Guide to the Parsons Family Papers 1829-1945

Collection number: MC 239
Size: (2 boxes) (0.66 cu.ft.)

About the Parsons Family of Rye, NH

The Parsons family of Rye, New Hampshire was headed by John Wilkes Parsons (Dec. 12, 1778-Sept. 18, 1849). He was the son of Dr. Joseph Parsons (14 Dec 1746 - 8 Feb 1832), a captain in the Continental Army and head of the Rye, NH militia in the American Revolution. John had been a "privateer" during the War of 1812, was a doctor and a member of the New Hampshire State Legislature, serving in the Senate. He married Abigail Garland (14 Aug 1782-22 Sep 1857) and together they had nine children.

John's eldest son, Thomas Parsons (Col. Thomas Jefferson Parsons, 1804-1890), lived in the Rye/Portsmouth area and served as a Colonel in the New Hampshire militia in the 1830s and in the NH state legislature.

Charles Parsons (1808-1844) was, like his father, a doctor and he studied in Washington, D.C. He traveled to Haiti in 1833 and sailed around the Caribbean until settling in Carroll County, Mississippi, where he practiced medicine. In the 1840s, Charles fell ill and returned to the family home in New Hampshire, where he died soon after.

William Harrison Parsons (1813-1867) was a commercial sea captain who worked for Ichabod Goodwin. (Goodwin later became governor of New Hampshire at the start of the Civil War). He went on expeditions that took him around the Cape of Good Hope to New Zealand and Australia and was primarily involved in shipping southern cotton to Europe. A large percentage of his letters originate in either Mobile, Alabama or Liverpool, England. William also invested heavily in railroad companies and helped convince his father to put money into railroads. He died in Hamburg, Germany.

John Parsons (Major John Parsons, 1816-1888) was an early pioneer in 1840s Florida and traveled around the southern United States. He was a Universalist preacher and a major during the Seminole War. He wrote home mainly to his younger sister Abby Parsons (see last paragraph) and in his letters shares his views on happiness. His July 15, 1843 letter contains a very detailed hand drawn map of the Florida Peninsula. Other historical sources tell that he was a co-founder in the 1840s of the gulf coast town of Bayport, FL with Thomas Henry Parsons (1820-1857) (son of Col. Thomas Jefferson Parsons). Thomas Henry died in Florida in 1857 before the Civil War, but John stayed throughout the conflict in defense of Bayport against the Union blockade of the Florida coast, as "Captain" John Parsons who formed the home guard unit, "Parsons Independent Company". He worked closely with Senator Yulee in the creation and expansion of the early railroads in Florida.

Warren Parsons (1818-1902) was also a doctor and studied in Washington, D.C. While living in Washington, he worked at the U. S. Treasury Department and was well connected with Daniel Webster. He also had the opportunity to interview President John Tyler. Warren's second wife was Julia Gove, who is the pivotal figure in the second and third sections of the collection.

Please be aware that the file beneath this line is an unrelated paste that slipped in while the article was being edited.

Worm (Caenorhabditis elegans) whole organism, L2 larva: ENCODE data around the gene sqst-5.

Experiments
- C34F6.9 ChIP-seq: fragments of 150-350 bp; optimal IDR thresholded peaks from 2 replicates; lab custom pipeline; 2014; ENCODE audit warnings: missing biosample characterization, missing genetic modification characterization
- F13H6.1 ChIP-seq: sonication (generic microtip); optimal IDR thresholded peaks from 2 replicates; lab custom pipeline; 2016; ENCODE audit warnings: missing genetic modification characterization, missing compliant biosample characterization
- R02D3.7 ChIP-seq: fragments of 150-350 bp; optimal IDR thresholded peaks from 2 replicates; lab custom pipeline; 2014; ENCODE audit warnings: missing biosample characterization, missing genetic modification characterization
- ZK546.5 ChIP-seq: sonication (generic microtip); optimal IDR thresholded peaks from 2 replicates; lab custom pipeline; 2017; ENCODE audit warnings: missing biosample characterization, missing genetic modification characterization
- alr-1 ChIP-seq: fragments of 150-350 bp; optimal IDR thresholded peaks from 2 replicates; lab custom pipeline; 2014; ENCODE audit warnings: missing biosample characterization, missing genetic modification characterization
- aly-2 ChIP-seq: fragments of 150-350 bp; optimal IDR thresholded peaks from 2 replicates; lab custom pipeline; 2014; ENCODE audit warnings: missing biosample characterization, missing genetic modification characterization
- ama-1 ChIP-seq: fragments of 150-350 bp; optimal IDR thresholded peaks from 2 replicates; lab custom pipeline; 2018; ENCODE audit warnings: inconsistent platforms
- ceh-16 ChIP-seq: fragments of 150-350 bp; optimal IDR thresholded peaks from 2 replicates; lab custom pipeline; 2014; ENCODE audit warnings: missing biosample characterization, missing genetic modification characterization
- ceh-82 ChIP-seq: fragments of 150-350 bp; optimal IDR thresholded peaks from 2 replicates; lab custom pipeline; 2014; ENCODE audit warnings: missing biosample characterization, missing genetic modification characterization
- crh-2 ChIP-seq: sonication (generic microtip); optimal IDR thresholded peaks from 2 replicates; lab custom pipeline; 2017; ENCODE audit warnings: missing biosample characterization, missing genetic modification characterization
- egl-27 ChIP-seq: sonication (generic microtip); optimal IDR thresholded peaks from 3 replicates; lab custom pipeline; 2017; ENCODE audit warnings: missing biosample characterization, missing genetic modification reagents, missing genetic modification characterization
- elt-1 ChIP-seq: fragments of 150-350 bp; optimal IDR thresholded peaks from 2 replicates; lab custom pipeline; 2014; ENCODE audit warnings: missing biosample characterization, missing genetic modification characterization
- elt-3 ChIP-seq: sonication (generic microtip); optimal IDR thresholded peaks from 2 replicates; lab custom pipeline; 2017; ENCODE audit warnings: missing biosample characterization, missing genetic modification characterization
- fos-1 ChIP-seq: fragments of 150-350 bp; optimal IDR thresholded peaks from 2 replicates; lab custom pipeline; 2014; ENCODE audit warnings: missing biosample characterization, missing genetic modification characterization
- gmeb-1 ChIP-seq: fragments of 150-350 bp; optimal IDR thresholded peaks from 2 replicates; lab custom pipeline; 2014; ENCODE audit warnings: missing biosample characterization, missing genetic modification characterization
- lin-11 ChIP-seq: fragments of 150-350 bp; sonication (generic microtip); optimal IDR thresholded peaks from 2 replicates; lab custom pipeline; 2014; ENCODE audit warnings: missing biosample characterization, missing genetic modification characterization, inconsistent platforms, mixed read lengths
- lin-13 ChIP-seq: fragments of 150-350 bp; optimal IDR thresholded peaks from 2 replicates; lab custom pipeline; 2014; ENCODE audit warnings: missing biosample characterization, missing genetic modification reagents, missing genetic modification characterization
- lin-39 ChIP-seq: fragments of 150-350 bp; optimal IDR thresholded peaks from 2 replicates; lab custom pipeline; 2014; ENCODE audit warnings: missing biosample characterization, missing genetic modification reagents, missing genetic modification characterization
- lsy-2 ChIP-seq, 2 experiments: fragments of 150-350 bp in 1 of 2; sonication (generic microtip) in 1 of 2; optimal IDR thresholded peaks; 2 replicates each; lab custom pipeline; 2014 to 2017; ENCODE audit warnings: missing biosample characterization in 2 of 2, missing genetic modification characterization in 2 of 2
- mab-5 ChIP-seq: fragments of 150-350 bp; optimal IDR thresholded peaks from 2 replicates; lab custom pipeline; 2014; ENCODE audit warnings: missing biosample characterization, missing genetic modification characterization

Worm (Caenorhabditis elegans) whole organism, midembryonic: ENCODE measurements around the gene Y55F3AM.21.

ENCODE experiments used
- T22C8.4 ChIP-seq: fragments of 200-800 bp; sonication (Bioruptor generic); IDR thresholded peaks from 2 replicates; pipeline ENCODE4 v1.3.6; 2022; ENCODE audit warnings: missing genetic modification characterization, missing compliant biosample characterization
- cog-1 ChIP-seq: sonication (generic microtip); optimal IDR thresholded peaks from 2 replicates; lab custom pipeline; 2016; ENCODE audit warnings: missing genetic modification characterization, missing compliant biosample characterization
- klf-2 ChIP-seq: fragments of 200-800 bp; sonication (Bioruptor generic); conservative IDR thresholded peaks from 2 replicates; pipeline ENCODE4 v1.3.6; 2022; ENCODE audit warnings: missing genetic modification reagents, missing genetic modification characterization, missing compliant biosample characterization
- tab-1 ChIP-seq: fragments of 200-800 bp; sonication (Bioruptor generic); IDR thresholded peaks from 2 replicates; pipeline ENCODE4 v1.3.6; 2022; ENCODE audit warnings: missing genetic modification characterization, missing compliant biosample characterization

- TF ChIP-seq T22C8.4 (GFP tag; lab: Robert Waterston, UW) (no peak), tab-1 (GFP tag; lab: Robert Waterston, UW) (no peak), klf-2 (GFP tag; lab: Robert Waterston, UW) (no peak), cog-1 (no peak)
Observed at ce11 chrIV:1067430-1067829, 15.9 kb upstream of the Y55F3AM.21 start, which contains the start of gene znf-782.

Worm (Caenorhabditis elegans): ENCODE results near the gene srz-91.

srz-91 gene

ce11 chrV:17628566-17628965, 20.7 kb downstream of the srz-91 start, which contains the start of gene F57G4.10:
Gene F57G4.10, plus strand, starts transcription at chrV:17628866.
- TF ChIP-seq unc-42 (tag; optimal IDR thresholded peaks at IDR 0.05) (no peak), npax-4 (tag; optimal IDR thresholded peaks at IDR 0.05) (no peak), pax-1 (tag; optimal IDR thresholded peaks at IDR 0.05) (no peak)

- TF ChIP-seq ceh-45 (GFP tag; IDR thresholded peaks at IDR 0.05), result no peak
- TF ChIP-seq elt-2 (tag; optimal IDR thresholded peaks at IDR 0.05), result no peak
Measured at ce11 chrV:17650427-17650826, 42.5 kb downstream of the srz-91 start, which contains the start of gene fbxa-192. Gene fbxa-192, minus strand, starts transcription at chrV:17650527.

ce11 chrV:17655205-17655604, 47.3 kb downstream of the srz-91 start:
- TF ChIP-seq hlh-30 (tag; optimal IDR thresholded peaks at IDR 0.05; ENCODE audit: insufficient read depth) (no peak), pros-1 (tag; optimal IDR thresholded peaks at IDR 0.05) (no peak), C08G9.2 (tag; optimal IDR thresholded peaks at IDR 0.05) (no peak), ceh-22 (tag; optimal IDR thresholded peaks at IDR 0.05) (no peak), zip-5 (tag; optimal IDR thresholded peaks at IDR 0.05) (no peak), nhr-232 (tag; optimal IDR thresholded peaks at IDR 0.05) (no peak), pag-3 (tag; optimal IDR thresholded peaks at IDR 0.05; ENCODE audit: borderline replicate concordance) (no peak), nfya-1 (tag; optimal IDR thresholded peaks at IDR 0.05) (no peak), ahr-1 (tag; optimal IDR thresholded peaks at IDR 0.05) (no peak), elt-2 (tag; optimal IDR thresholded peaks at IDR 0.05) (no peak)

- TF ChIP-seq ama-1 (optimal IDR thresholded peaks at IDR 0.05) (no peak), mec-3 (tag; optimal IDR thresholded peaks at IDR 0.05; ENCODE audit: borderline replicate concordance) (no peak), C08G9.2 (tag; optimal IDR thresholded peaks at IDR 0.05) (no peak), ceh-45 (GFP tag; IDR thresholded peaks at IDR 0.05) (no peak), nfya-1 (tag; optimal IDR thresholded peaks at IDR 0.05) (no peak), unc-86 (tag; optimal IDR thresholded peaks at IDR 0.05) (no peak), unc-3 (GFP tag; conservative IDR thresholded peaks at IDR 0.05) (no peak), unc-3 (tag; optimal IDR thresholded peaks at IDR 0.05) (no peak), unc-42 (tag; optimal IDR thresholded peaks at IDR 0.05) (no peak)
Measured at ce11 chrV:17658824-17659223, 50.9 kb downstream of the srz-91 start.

Julia Ann (Gove) Parsons (13 Apr 1829-8 Mar 1911) was a Rye school teacher from Raymond, NH whose brother, George S. Gove (11 Jan 1841-aft. 1860), served in the 5th NH Volunteer regiment in the Civil War.

Abby Semira Parsons (1820-1911), the second youngest child, stayed at home in Rye. She seems to have been very close with her brother John (see John's letter on Feb. 8, 1836, in which he talks about his "beloved sister"). Abby did not have children.

About the Parsons Family Papers (1819-1934)

The Parsons Family papers are divided into four series: Series 1 covers the period 1829-1856, Series 2 comprises the Civil War years from May 1861-April 1865, and Series 3 contains letters from 1865 to the beginning of the 20th Century. The last series (4) contains miscellaneous non-correspondence materials covering the entire timespan of the collection.

Administrative Information

Access Restrictions

This collection is open.

Copyright Notice

Contents of this collection are governed by U.S. copyright law. For questions about publication or reproduction rights, contact Special Collections staff.

Preferred Citation

[Identification of item], [Folder Number], [Box Number], Parsons Family Papers, 1829-1945, MC 239, Milne Special Collections and Archives, University of New Hampshire Library, Durham, NH, USA.

Acquisitions Information

Purchase/Donation, date unknown.

"Parsons Family Papers, 1815-1905" (Harvard University: Schlesinger Library, Boston, MA.)

"Parsons Family: Papers, 1611-ca. 1899" (Brown University: Brown University Library, Providence, RI.)

Collection Arrangement

Arrangement is chronological.

Collection Contents

Series 1: Correspondence, 1829-1856

(34 folders)

This series covers the activities of brothers Charles Parsons, Thomas Parsons, John Parsons, sisters Abby Parsons and Emily Parsons, and their parents. Topics include Charles' time in medical school, early work as a doctor in Carroll Co., Mississippi, and travels to Haiti and beyond. At the same time, his brother John Parsons is working as a preacher (later fighting in the Seminole War and then dying in Sept. 1844) and William is working shipping cotton in the South and traveling as far as Europe. While in the US, William writes extensively about his investments in railroad stock. Abby travels to Florida. All the letters are sprinkled with discussion of politics and current events.